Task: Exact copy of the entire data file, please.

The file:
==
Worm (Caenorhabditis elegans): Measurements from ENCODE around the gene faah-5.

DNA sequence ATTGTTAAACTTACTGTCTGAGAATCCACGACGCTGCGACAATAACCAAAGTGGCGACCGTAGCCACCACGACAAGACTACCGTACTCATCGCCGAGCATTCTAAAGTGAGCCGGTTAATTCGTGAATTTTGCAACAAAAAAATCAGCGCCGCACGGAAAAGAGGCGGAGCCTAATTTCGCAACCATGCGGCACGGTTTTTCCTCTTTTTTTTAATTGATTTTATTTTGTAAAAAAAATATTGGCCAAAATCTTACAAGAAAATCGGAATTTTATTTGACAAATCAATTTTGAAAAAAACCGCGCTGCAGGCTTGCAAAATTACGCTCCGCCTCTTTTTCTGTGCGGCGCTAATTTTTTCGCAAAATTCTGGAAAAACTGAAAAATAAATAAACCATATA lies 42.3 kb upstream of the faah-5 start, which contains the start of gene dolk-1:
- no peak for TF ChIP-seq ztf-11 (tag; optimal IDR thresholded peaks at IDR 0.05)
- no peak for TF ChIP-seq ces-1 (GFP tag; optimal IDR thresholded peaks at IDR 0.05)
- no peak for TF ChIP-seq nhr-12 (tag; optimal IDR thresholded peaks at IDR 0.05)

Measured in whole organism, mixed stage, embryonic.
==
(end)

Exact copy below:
Worm (Caenorhabditis elegans): Measurements from ENCODE around the gene faah-5.

DNA sequence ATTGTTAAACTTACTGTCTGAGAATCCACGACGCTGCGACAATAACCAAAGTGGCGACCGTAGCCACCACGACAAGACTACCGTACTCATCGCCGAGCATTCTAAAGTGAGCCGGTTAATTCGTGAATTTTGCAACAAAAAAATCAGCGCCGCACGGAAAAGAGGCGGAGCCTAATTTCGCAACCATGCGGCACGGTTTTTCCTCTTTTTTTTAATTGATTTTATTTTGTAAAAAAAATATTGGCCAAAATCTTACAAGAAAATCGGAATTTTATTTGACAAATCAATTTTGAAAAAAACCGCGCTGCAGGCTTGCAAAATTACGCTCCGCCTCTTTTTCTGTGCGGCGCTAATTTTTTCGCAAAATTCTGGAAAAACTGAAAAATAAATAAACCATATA lies 42.3 kb upstream of the faah-5 start, which contains the start of gene dolk-1:
- no peak for TF ChIP-seq ztf-11 (tag; optimal IDR thresholded peaks at IDR 0.05)
- no peak for TF ChIP-seq ces-1 (GFP tag; optimal IDR thresholded peaks at IDR 0.05)
- no peak for TF ChIP-seq nhr-12 (tag; optimal IDR thresholded peaks at IDR 0.05)

Measured in whole organism, mixed stage, embryonic.